Water managers in San Diego County said residents shouldn’t worry too much about Southern California’s bone dry weather and the Sierra Nevada mountains’ conspicuous lack of snow — the frozen reservoir that routinely holds more than half of the state’s freshwater.
“What we’re seeing right now is that San Diego has sufficient supplies for 2018, regardless of conditions,” said Tim Bombardier, principle water resources specialist at the San Diego County Water Authority, the region’s water wholesaler.
He said the region is largely insulated from how little rain falls or how much snow accumulates in the mountains this year, thanks to recent investments in seawater desalination and transfers on the Colorado River.
“Our ratepayers have invested $3.5 billion in the last three decades for increasing the region’s drought resiliency,” Bombardier said. “That’s part of what differentiates us from other parts of the state.”
By contrast, environmental groups said recent dry condition provide evidence that residents and businesses need to continue significantly limiting their water use, such as they did following Gov. Jerry Brown’s 2014 drought declaration.
“This is why we need to build on the conservation success we saw during the drought,” said Matt O’Malley, executive director of San Diego Coastkeeper. “This is really a question about long-term water management.”
The California Department of Water Resources on Wednesday took its first manual snowpack reading of the winter at Phillips Station south of Lake Tahoe, finding conditions at just 3 percent of the historical average for this time of year.
Electronic monitoring found statewide snowpack at 24 percent of normal, about 9 percent of an April 1 benchmark.
While agency officials said about half of the state’s annual precipitation usually comes in December, they were quick to point out that the rainy season is far from over.
“The survey is a disappointing start of the year, but it’s far too early to draw conclusions about what kind of a wet season we’ll have this year,” Frank Gehrke, chief of the California Cooperative Snow Surveys Program who conducted survey at Phillips, said in a press statement.
At the same time, Southern California is seeing one of its driest starts to the water year in decades, the National Weather Service said Wednesday.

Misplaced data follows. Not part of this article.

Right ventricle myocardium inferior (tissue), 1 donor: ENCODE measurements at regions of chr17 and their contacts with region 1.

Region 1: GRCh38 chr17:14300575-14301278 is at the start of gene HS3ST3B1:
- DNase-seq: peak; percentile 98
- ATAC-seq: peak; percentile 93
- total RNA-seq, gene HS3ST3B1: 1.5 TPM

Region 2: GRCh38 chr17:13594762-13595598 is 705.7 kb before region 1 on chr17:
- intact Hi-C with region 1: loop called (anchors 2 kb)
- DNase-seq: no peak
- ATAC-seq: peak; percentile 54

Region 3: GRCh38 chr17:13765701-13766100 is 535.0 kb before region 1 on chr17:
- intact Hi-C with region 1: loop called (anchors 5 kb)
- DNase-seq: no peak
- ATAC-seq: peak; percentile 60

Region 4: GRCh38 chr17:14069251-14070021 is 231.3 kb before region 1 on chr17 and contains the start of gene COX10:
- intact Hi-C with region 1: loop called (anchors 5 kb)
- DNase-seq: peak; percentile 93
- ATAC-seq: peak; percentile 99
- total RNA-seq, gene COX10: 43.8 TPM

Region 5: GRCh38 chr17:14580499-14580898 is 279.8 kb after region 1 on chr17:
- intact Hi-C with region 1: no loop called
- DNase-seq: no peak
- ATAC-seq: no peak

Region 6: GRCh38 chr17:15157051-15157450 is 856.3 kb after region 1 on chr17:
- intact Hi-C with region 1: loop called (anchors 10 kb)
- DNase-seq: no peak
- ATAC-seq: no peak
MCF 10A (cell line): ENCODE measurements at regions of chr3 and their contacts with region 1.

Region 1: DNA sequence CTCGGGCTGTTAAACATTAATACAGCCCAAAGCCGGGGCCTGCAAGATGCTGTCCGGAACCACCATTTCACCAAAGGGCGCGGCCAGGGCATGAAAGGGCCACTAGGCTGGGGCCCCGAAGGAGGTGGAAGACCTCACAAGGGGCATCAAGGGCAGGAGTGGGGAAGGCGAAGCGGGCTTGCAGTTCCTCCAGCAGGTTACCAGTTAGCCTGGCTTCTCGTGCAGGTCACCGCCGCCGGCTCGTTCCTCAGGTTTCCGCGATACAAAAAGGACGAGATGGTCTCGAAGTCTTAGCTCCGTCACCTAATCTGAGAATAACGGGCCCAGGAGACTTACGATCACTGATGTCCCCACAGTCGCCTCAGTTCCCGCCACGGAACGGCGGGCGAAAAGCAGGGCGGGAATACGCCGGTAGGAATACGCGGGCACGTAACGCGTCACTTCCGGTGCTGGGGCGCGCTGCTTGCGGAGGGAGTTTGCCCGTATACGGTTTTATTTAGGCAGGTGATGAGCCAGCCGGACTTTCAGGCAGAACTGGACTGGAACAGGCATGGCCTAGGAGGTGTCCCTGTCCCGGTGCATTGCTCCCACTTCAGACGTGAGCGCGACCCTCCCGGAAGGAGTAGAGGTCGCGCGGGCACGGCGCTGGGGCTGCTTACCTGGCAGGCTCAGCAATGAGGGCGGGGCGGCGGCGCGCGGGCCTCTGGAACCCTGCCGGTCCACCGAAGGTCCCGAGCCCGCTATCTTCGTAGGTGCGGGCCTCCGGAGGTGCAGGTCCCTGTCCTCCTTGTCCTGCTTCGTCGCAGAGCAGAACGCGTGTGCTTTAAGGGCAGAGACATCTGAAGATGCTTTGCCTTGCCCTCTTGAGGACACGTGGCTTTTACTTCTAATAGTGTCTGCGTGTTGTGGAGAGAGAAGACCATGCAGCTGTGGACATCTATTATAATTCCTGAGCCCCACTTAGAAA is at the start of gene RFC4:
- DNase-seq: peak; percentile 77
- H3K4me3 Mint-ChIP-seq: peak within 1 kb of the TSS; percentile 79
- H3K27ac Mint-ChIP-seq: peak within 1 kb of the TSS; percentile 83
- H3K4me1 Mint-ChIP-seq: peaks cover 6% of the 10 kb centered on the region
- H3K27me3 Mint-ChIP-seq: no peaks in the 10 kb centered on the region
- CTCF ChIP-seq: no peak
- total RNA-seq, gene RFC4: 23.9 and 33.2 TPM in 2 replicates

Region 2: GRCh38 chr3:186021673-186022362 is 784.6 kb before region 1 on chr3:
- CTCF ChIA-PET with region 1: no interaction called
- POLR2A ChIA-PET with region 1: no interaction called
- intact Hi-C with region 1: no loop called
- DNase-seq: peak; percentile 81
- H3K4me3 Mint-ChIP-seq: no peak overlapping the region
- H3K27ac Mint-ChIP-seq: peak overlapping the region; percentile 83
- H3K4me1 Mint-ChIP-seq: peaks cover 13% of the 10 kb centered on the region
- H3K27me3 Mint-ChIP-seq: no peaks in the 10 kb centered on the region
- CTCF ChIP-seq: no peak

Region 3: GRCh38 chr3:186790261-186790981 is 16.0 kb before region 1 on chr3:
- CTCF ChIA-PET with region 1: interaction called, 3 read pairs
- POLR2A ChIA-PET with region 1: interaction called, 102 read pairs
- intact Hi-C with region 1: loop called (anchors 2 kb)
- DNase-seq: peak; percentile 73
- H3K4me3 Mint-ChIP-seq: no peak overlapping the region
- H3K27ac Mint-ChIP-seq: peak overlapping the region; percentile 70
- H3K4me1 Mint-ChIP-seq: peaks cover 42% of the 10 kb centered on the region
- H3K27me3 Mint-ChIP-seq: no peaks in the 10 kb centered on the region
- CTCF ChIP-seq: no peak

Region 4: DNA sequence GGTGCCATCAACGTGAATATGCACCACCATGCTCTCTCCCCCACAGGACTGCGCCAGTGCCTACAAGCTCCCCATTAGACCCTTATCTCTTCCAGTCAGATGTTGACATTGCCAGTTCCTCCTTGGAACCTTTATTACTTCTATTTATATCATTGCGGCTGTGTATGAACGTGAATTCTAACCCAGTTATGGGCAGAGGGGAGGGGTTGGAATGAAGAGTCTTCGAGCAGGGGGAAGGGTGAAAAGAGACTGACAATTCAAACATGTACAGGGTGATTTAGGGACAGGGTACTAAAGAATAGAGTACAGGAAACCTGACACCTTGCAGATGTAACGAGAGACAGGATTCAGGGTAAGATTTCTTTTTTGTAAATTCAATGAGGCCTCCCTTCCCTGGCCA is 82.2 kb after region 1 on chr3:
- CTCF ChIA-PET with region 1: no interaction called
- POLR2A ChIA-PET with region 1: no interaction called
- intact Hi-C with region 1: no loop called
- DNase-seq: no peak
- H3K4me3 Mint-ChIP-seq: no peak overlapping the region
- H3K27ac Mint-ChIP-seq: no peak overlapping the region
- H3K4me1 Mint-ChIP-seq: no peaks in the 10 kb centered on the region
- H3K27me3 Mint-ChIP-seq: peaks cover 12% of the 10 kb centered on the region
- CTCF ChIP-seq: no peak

“The start of the storm season has been exceptionally dry,” said Ryan Kittell, forecaster with the National Weather Service in Oxnard. “It’s one of the driest in history.”
The paltry amount of rainfall is part of a larger weather trend for Southern California: Over the last seven years, maximum temperatures during the fall have gotten hotter and there has been less rain.
October and November were the hottest in 122 years of record keeping for the region — a major turnaround from last year, when Northern California was battered by a series of “atmospheric river” storms that helped end the state’s five-year drought.
Roughly 13 percent of San Diego County’s water comes through the California Aqueduct from snowpack-fed reservoirs to the north, according to the water authority.
About 87 percent of the region’s water comes from local supplies, such as Poseidon desalination plant in Carlsbad, or from the Colorado River.
The Colorado River — which feeds Lake Mead behind the Hoover Dam east of Las Vegas — has in recent years also been subject to severe drought conditions. However, the water flowing into California has senior rights, meaning that if federal authorities issued cutbacks, it would likely first hit other states such as Arizona and Nevada.
The Los Angeles Times contributed to this report.
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